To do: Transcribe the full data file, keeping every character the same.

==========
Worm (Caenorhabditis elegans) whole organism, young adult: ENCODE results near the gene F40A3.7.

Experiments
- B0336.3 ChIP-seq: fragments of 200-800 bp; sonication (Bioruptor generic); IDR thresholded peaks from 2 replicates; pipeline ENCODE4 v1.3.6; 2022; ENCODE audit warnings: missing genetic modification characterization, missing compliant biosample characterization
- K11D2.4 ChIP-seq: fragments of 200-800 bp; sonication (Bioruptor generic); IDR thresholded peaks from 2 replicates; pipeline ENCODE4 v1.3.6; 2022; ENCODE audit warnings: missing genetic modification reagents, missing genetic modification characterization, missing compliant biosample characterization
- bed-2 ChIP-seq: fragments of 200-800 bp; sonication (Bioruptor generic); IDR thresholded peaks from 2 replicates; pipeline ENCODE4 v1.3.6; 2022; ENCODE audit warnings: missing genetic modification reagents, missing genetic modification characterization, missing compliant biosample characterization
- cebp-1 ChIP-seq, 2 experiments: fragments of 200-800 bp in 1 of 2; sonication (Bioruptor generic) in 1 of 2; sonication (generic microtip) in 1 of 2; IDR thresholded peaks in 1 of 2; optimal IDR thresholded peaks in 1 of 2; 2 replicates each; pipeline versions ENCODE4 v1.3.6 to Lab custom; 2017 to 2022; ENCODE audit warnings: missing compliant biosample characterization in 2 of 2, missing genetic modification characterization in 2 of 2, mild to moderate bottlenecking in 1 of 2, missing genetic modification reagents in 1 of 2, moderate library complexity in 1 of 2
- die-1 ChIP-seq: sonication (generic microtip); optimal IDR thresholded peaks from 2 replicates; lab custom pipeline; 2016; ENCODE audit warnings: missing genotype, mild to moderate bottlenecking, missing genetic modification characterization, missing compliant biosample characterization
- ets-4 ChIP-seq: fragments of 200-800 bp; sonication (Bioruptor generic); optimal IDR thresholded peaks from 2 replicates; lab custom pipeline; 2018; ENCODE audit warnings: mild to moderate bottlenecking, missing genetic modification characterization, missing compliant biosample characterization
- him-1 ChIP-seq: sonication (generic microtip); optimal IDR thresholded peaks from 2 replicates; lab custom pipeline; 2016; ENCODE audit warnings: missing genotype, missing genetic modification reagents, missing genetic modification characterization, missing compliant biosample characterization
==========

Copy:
Worm (Caenorhabditis elegans) whole organism, young adult: ENCODE results near the gene F40A3.7.

Experiments
- B0336.3 ChIP-seq: fragments of 200-800 bp; sonication (Bioruptor generic); IDR thresholded peaks from 2 replicates; pipeline ENCODE4 v1.3.6; 2022; ENCODE audit warnings: missing genetic modification characterization, missing compliant biosample characterization
- K11D2.4 ChIP-seq: fragments of 200-800 bp; sonication (Bioruptor generic); IDR thresholded peaks from 2 replicates; pipeline ENCODE4 v1.3.6; 2022; ENCODE audit warnings: missing genetic modification reagents, missing genetic modification characterization, missing compliant biosample characterization
- bed-2 ChIP-seq: fragments of 200-800 bp; sonication (Bioruptor generic); IDR thresholded peaks from 2 replicates; pipeline ENCODE4 v1.3.6; 2022; ENCODE audit warnings: missing genetic modification reagents, missing genetic modification characterization, missing compliant biosample characterization
- cebp-1 ChIP-seq, 2 experiments: fragments of 200-800 bp in 1 of 2; sonication (Bioruptor generic) in 1 of 2; sonication (generic microtip) in 1 of 2; IDR thresholded peaks in 1 of 2; optimal IDR thresholded peaks in 1 of 2; 2 replicates each; pipeline versions ENCODE4 v1.3.6 to Lab custom; 2017 to 2022; ENCODE audit warnings: missing compliant biosample characterization in 2 of 2, missing genetic modification characterization in 2 of 2, mild to moderate bottlenecking in 1 of 2, missing genetic modification reagents in 1 of 2, moderate library complexity in 1 of 2
- die-1 ChIP-seq: sonication (generic microtip); optimal IDR thresholded peaks from 2 replicates; lab custom pipeline; 2016; ENCODE audit warnings: missing genotype, mild to moderate bottlenecking, missing genetic modification characterization, missing compliant biosample characterization
- ets-4 ChIP-seq: fragments of 200-800 bp; sonication (Bioruptor generic); optimal IDR thresholded peaks from 2 replicates; lab custom pipeline; 2018; ENCODE audit warnings: mild to moderate bottlenecking, missing genetic modification characterization, missing compliant biosample characterization
- him-1 ChIP-seq: sonication (generic microtip); optimal IDR thresholded peaks from 2 replicates; lab custom pipeline; 2016; ENCODE audit warnings: missing genotype, missing genetic modification reagents, missing genetic modification characterization, missing compliant biosample characterization